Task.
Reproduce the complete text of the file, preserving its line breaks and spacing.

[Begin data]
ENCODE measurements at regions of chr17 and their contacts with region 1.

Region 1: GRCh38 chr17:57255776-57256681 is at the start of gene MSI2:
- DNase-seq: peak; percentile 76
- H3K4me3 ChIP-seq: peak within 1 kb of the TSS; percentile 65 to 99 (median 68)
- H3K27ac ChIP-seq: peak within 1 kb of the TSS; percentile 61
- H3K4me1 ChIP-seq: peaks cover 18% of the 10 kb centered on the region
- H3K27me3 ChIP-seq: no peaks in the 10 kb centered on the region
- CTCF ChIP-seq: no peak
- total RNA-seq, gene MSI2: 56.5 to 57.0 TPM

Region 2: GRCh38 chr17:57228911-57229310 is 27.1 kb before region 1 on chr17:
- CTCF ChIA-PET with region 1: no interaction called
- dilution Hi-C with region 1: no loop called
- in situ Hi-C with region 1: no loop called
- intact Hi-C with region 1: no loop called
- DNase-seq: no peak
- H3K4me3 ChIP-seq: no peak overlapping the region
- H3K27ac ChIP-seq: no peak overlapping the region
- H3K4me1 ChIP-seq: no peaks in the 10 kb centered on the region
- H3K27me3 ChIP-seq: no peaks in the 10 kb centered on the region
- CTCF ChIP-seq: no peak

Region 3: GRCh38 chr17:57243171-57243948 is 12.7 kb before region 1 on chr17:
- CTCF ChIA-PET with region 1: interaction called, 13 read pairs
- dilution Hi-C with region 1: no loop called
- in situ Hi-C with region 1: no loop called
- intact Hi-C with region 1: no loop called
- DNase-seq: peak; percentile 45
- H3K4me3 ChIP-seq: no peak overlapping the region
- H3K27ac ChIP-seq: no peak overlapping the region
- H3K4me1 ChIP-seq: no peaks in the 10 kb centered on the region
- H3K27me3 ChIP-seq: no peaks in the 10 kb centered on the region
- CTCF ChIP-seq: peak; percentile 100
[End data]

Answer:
ENCODE measurements at regions of chr17 and their contacts with region 1.

Region 1: GRCh38 chr17:57255776-57256681 is at the start of gene MSI2:
- DNase-seq: peak; percentile 76
- H3K4me3 ChIP-seq: peak within 1 kb of the TSS; percentile 65 to 99 (median 68)
- H3K27ac ChIP-seq: peak within 1 kb of the TSS; percentile 61
- H3K4me1 ChIP-seq: peaks cover 18% of the 10 kb centered on the region
- H3K27me3 ChIP-seq: no peaks in the 10 kb centered on the region
- CTCF ChIP-seq: no peak
- total RNA-seq, gene MSI2: 56.5 to 57.0 TPM

Region 2: GRCh38 chr17:57228911-57229310 is 27.1 kb before region 1 on chr17:
- CTCF ChIA-PET with region 1: no interaction called
- dilution Hi-C with region 1: no loop called
- in situ Hi-C with region 1: no loop called
- intact Hi-C with region 1: no loop called
- DNase-seq: no peak
- H3K4me3 ChIP-seq: no peak overlapping the region
- H3K27ac ChIP-seq: no peak overlapping the region
- H3K4me1 ChIP-seq: no peaks in the 10 kb centered on the region
- H3K27me3 ChIP-seq: no peaks in the 10 kb centered on the region
- CTCF ChIP-seq: no peak

Region 3: GRCh38 chr17:57243171-57243948 is 12.7 kb before region 1 on chr17:
- CTCF ChIA-PET with region 1: interaction called, 13 read pairs
- dilution Hi-C with region 1: no loop called
- in situ Hi-C with region 1: no loop called
- intact Hi-C with region 1: no loop called
- DNase-seq: peak; percentile 45
- H3K4me3 ChIP-seq: no peak overlapping the region
- H3K27ac ChIP-seq: no peak overlapping the region
- H3K4me1 ChIP-seq: no peaks in the 10 kb centered on the region
- H3K27me3 ChIP-seq: no peaks in the 10 kb centered on the region
- CTCF ChIP-seq: peak; percentile 100